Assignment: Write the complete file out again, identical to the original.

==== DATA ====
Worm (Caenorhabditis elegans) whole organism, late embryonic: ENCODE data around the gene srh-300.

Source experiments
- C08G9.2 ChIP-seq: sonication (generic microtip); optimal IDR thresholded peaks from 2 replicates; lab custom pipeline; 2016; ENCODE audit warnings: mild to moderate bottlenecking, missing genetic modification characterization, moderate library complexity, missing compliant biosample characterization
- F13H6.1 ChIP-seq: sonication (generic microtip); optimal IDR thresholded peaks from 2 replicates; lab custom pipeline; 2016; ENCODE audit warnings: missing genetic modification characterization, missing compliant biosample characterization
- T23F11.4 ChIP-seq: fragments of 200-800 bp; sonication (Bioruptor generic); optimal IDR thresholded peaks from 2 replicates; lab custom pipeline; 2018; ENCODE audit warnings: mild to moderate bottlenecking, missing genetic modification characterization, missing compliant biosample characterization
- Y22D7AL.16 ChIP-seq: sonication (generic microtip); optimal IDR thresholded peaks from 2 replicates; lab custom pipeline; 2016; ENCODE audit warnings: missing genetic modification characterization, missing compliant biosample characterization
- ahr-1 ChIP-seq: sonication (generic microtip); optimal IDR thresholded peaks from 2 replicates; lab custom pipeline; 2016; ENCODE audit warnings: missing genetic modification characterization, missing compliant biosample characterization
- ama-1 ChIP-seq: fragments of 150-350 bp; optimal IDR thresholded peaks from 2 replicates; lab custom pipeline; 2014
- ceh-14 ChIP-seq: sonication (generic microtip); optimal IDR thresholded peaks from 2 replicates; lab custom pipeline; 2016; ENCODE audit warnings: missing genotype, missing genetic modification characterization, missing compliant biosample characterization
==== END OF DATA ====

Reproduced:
Worm (Caenorhabditis elegans) whole organism, late embryonic: ENCODE data around the gene srh-300.

Source experiments
- C08G9.2 ChIP-seq: sonication (generic microtip); optimal IDR thresholded peaks from 2 replicates; lab custom pipeline; 2016; ENCODE audit warnings: mild to moderate bottlenecking, missing genetic modification characterization, moderate library complexity, missing compliant biosample characterization
- F13H6.1 ChIP-seq: sonication (generic microtip); optimal IDR thresholded peaks from 2 replicates; lab custom pipeline; 2016; ENCODE audit warnings: missing genetic modification characterization, missing compliant biosample characterization
- T23F11.4 ChIP-seq: fragments of 200-800 bp; sonication (Bioruptor generic); optimal IDR thresholded peaks from 2 replicates; lab custom pipeline; 2018; ENCODE audit warnings: mild to moderate bottlenecking, missing genetic modification characterization, missing compliant biosample characterization
- Y22D7AL.16 ChIP-seq: sonication (generic microtip); optimal IDR thresholded peaks from 2 replicates; lab custom pipeline; 2016; ENCODE audit warnings: missing genetic modification characterization, missing compliant biosample characterization
- ahr-1 ChIP-seq: sonication (generic microtip); optimal IDR thresholded peaks from 2 replicates; lab custom pipeline; 2016; ENCODE audit warnings: missing genetic modification characterization, missing compliant biosample characterization
- ama-1 ChIP-seq: fragments of 150-350 bp; optimal IDR thresholded peaks from 2 replicates; lab custom pipeline; 2014
- ceh-14 ChIP-seq: sonication (generic microtip); optimal IDR thresholded peaks from 2 replicates; lab custom pipeline; 2016; ENCODE audit warnings: missing genotype, missing genetic modification characterization, missing compliant biosample characterization